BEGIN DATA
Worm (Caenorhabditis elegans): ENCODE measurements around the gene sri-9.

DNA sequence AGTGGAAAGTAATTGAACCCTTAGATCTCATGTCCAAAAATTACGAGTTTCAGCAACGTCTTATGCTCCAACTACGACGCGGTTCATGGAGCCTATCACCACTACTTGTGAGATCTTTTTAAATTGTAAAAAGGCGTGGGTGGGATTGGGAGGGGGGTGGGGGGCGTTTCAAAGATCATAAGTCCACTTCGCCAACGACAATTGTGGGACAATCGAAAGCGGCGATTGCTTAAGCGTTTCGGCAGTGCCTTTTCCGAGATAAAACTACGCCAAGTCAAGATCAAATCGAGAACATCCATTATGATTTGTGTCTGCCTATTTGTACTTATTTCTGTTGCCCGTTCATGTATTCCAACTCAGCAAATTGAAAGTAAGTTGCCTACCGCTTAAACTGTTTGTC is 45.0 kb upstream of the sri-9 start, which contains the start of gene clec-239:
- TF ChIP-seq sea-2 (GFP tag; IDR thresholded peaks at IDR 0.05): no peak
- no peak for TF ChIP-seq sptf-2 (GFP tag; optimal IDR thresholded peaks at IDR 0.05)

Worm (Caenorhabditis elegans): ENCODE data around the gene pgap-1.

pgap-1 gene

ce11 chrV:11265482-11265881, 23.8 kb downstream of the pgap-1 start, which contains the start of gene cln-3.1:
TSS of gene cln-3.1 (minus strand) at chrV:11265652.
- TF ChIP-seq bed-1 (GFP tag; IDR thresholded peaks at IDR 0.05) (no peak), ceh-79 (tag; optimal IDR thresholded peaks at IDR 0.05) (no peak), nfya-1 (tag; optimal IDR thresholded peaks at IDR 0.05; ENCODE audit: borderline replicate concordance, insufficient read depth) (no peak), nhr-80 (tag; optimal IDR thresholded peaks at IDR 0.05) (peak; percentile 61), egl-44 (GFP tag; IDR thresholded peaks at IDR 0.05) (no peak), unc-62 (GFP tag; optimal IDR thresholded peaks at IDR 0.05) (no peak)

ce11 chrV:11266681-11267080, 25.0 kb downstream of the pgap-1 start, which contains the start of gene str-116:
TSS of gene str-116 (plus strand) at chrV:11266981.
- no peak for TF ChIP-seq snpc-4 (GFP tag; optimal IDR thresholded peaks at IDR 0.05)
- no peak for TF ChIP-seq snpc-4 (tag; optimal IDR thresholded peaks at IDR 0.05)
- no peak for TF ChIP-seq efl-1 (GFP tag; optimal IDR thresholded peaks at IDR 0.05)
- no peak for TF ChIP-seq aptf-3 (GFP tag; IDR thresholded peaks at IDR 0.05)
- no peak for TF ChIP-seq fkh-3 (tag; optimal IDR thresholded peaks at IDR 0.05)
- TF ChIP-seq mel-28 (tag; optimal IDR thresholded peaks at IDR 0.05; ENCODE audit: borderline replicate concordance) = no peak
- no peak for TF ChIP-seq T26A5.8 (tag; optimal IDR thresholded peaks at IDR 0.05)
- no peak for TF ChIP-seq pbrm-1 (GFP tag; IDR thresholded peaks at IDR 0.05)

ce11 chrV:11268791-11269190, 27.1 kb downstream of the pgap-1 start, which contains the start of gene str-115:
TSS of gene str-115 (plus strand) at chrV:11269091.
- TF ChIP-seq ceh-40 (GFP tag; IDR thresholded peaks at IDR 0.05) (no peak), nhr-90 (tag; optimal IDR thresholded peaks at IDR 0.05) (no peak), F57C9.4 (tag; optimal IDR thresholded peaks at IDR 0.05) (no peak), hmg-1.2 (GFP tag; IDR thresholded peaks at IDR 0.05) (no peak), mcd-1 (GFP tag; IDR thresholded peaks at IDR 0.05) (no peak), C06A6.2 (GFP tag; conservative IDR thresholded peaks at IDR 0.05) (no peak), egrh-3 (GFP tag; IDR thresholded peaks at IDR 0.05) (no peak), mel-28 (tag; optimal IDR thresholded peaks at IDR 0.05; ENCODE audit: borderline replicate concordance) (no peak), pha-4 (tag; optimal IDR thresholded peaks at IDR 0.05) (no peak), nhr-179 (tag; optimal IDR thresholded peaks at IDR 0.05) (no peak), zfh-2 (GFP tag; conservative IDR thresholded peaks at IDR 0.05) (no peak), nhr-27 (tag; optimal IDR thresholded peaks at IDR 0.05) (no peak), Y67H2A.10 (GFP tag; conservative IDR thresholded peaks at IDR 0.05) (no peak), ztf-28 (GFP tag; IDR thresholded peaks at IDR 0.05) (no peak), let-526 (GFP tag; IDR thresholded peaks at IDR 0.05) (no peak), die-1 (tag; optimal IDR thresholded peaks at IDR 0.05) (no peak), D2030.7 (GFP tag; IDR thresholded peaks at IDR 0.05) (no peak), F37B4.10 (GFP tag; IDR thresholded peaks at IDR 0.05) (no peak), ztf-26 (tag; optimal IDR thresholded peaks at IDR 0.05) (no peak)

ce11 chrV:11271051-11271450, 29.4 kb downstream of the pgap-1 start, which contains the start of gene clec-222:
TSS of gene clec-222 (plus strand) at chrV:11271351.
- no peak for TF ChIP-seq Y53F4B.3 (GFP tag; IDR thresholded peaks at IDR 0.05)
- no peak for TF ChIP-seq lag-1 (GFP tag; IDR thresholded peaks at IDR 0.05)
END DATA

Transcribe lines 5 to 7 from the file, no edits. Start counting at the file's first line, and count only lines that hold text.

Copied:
Worm (Caenorhabditis elegans): ENCODE data around the gene pgap-1.

pgap-1 gene

ce11 chrV:11265482-11265881, 23.8 kb downstream of the pgap-1 start, which contains the start of gene cln-3.1: